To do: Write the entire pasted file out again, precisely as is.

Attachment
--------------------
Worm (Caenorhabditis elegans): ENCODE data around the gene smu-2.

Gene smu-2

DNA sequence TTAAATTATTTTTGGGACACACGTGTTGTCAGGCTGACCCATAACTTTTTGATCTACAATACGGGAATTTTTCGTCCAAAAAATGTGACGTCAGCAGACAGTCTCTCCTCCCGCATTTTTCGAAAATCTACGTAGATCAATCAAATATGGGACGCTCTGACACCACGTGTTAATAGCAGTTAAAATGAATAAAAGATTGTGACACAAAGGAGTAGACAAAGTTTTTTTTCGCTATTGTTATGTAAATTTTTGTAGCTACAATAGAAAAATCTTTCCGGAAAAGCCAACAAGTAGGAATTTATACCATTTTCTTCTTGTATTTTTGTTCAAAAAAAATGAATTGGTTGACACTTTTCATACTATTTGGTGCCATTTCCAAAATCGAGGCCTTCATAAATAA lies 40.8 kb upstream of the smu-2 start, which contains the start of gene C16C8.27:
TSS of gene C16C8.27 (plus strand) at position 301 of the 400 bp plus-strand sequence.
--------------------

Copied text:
Worm (Caenorhabditis elegans): ENCODE data around the gene smu-2.

Gene smu-2

DNA sequence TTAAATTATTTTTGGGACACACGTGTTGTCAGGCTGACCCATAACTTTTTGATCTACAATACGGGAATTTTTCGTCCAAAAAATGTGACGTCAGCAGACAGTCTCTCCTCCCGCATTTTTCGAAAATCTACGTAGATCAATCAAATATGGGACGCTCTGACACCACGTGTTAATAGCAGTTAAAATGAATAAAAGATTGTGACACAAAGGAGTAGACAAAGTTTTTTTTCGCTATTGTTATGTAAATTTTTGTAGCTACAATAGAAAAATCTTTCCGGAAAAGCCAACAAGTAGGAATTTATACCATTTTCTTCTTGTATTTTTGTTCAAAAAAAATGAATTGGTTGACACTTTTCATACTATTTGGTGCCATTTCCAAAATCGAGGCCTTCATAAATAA lies 40.8 kb upstream of the smu-2 start, which contains the start of gene C16C8.27:
TSS of gene C16C8.27 (plus strand) at position 301 of the 400 bp plus-strand sequence.